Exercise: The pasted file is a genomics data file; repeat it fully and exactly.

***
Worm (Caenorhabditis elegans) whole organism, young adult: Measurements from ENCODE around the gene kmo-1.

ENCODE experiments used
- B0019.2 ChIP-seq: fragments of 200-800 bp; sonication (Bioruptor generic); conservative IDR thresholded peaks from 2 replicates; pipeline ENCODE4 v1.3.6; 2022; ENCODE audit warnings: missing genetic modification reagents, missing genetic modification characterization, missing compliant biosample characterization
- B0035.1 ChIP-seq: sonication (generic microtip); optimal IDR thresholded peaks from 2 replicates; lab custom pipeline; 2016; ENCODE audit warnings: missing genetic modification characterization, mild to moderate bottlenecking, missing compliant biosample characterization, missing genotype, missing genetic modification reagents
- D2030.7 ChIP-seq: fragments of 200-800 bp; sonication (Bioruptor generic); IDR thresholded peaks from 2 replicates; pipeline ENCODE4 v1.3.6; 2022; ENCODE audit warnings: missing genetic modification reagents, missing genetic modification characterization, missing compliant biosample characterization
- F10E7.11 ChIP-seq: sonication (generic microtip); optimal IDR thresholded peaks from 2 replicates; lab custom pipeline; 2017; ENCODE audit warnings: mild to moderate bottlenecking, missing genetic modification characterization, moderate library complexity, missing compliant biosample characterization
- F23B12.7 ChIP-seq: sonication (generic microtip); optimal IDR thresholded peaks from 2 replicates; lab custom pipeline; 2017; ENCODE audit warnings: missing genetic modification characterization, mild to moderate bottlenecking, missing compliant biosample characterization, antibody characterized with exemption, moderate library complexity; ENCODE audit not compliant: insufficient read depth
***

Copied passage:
Worm (Caenorhabditis elegans) whole organism, young adult: Measurements from ENCODE around the gene kmo-1.

ENCODE experiments used
- B0019.2 ChIP-seq: fragments of 200-800 bp; sonication (Bioruptor generic); conservative IDR thresholded peaks from 2 replicates; pipeline ENCODE4 v1.3.6; 2022; ENCODE audit warnings: missing genetic modification reagents, missing genetic modification characterization, missing compliant biosample characterization
- B0035.1 ChIP-seq: sonication (generic microtip); optimal IDR thresholded peaks from 2 replicates; lab custom pipeline; 2016; ENCODE audit warnings: missing genetic modification characterization, mild to moderate bottlenecking, missing compliant biosample characterization, missing genotype, missing genetic modification reagents
- D2030.7 ChIP-seq: fragments of 200-800 bp; sonication (Bioruptor generic); IDR thresholded peaks from 2 replicates; pipeline ENCODE4 v1.3.6; 2022; ENCODE audit warnings: missing genetic modification reagents, missing genetic modification characterization, missing compliant biosample characterization
- F10E7.11 ChIP-seq: sonication (generic microtip); optimal IDR thresholded peaks from 2 replicates; lab custom pipeline; 2017; ENCODE audit warnings: mild to moderate bottlenecking, missing genetic modification characterization, moderate library complexity, missing compliant biosample characterization
- F23B12.7 ChIP-seq: sonication (generic microtip); optimal IDR thresholded peaks from 2 replicates; lab custom pipeline; 2017; ENCODE audit warnings: missing genetic modification characterization, mild to moderate bottlenecking, missing compliant biosample characterization, antibody characterized with exemption, moderate library complexity; ENCODE audit not compliant: insufficient read depth